10 Ways Tuesday: Pomegranate

Pomegranate (c)2011 LaDomestique.com

I’ve got creative ideas for cooking with pomegranates in Winter:

1.  Dip

According to the encyclopedic Starting with Ingredients, the Turkish dip, muhammara, is named for its color resemblance to red brick. Pomegranate molasses, red bell peppers, walnuts, and cumin come together in a zippy purée that threatens to dethrone your hummus addiction. Serve muhammara with flatbread, vegetable crudités, or as a sandwich spread. For the recipe, check out Paula Wolfert’s version (from her book, The Cooking of the Eastern Mediterranean) over at Saveur.

2.  Pomegranate Seeds in Salad

The king of the beautifully composed salad, Thomas Keller, shares a recipe for Little Gem Lettuce Salad with Citrus, Pomegranate, and Honey Vinaigrette in his cookbook, Ad Hoc at Home. The bright flavors and colors bring a festive spirit to this refreshing salad. Lettuce wedges are glittered with pomegranate seeds then dressed in a vinaigrette of honey and champagne vinegar. Segments of citrus like orange and grapefruit are juicy and refreshing while walnuts provide crunch and tarragon lends a licorice note. I’m also into this Pomegranate, Endive, and Blue Cheese Salad over at Martha Stewart.

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Ingredient of the Week: Pomegranate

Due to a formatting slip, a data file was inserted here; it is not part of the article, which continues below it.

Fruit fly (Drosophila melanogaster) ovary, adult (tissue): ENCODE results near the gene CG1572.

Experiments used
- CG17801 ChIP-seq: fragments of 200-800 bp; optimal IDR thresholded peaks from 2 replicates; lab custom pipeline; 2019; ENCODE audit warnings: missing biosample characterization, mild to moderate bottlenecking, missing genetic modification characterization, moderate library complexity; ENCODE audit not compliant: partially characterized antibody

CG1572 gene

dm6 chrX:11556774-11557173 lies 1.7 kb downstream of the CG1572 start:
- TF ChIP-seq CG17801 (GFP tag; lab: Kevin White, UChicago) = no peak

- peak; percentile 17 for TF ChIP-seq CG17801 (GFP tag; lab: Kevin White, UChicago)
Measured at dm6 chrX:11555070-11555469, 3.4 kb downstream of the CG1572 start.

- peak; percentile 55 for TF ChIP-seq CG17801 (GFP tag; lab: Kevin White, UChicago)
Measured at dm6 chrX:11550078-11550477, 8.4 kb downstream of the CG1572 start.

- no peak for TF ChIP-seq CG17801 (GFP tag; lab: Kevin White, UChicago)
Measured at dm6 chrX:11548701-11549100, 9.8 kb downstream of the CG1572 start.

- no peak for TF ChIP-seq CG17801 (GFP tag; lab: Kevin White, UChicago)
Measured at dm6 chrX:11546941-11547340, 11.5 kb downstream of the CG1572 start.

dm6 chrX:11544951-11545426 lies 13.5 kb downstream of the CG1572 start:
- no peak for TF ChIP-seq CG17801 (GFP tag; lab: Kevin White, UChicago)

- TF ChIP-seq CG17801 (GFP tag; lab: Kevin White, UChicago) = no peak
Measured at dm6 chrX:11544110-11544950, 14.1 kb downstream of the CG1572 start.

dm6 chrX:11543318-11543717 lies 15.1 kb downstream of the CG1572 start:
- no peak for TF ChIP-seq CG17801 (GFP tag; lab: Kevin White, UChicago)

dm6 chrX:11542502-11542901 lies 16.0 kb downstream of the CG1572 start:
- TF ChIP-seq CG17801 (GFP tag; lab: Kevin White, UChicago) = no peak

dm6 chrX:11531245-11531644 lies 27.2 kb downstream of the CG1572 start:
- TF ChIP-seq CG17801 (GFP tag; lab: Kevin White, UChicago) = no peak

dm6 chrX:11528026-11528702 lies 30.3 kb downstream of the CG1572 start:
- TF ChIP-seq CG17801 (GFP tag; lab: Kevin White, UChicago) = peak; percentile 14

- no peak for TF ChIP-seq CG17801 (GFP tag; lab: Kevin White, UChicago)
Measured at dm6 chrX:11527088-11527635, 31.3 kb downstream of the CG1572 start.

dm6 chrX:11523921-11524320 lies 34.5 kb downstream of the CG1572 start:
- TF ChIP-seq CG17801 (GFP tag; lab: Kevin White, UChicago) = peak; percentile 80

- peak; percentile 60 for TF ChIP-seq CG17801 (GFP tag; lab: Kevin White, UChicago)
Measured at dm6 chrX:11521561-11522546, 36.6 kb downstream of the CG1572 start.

Pomegranate (c)2011 LaDomestique.com

Pomegranates have been around a long time. A native of the Middle East, the pomegranate was written about in the Old Testament of the bible. They are like the armadillo of fruits. On the outside, pomegranates are normal enough: blushing red globes that fit in the palm of your hand. However, their leathery skin belies an ancient mystery. Can you think of another fruit with such a texture? Slice a pomegranate open and find yourself covered in burgundy juice. Their insides are strangely attractive, almost like the caverns and honeycombs of a wild beehive. Instead of sweet, juicy flesh, the pomegranate offers a multitude of seeds which must be cleaned of all the bitter white membrane before eating. It’s a messy job, but well worth the trouble. The seeds are attached to ruby-red sacs of sweet and sour nectar. Add them to salads, sautéed greens, and roasted vegetables for a festive garnish. For me, pomegranates ease the sadness that comes when farmers markets close for the winter and I’m left with only the supermarket and its fluorescent lighting. The fresh fruit is good for seeds and juice, but there is also a pantry product called pomegranate molasses. It’s a thick, concentrated, maroon-colored liquid with a complex sweet and sour flavor. Pomegranate molasses is embraced in Middle Eastern cooking. Its role is like that of balsamic vinegar in glazing roasted meats and vegetables, dressing salads, or livening up dips for bread and crudités. Tomorrow is 10 Ways Tuesday at la Domestique, and I’ve got creative ideas for using pomegranate seeds, juice, and pomegranate molasses in your winter cooking.

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